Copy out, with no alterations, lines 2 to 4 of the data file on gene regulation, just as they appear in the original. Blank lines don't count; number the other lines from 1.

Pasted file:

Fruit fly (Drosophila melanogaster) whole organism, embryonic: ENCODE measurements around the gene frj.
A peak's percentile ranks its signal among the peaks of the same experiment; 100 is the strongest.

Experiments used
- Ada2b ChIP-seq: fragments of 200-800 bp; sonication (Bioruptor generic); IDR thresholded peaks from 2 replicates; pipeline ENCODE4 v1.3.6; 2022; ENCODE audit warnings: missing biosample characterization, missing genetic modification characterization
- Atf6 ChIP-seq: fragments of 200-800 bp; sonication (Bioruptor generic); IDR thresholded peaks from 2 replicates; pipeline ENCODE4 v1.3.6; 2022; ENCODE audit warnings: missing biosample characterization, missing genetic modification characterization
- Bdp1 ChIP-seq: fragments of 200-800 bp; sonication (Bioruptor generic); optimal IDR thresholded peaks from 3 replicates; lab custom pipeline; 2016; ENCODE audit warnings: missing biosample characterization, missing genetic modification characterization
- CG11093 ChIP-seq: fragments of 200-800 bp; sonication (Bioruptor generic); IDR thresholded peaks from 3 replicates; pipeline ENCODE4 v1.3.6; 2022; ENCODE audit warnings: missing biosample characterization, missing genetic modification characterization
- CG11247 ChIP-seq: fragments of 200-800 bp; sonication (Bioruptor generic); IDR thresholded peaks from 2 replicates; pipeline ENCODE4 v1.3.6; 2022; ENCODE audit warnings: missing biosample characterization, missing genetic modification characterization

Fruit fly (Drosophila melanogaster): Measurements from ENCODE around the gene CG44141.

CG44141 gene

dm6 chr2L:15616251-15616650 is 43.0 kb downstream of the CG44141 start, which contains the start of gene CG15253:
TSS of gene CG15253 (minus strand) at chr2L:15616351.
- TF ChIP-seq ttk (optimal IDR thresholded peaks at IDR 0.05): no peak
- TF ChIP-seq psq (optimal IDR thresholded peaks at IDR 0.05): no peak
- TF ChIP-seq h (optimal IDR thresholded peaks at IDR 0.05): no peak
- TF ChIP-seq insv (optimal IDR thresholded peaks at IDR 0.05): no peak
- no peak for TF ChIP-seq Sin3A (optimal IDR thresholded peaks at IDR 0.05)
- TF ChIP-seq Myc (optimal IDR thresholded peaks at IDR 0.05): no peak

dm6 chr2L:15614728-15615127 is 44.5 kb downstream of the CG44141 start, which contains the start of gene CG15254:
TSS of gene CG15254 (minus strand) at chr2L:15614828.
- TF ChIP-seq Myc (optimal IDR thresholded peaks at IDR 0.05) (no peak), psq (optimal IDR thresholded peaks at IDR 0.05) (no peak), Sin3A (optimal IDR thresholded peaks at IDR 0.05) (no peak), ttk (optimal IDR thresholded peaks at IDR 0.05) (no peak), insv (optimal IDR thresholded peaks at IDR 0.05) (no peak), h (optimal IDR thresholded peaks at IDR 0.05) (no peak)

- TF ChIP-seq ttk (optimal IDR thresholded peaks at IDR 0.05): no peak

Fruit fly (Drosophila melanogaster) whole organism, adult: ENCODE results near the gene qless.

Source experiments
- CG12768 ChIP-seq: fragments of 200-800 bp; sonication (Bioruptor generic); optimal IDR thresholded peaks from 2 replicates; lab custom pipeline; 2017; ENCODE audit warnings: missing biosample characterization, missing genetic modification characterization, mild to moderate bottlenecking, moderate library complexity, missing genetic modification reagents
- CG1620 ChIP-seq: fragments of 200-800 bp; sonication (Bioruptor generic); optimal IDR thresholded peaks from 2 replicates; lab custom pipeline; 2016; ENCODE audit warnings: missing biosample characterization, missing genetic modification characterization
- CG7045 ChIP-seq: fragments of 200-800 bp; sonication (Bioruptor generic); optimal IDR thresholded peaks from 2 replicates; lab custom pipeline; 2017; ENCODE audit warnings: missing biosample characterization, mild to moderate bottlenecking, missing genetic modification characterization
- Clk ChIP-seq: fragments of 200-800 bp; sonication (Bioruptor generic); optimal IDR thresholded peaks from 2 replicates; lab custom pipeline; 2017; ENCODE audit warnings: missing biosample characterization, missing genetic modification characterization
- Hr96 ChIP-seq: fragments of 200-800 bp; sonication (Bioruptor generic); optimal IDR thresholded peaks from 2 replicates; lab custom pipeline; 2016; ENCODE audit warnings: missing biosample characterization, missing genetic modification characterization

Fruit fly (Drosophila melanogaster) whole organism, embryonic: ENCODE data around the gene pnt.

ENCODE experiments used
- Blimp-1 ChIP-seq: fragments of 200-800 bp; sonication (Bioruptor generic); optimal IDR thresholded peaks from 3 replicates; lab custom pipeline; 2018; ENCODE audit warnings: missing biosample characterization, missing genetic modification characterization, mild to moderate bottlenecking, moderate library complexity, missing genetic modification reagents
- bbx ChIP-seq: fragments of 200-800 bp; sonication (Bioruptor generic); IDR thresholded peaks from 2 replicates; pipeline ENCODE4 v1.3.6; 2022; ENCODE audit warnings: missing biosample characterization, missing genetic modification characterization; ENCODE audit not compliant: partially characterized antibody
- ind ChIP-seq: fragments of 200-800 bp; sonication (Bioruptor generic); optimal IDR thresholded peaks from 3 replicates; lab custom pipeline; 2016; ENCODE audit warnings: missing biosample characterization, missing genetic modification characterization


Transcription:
A peak's percentile ranks its signal among the peaks of the same experiment; 100 is the strongest.

Experiments used
- Ada2b ChIP-seq: fragments of 200-800 bp; sonication (Bioruptor generic); IDR thresholded peaks from 2 replicates; pipeline ENCODE4 v1.3.6; 2022; ENCODE audit warnings: missing biosample characterization, missing genetic modification characterization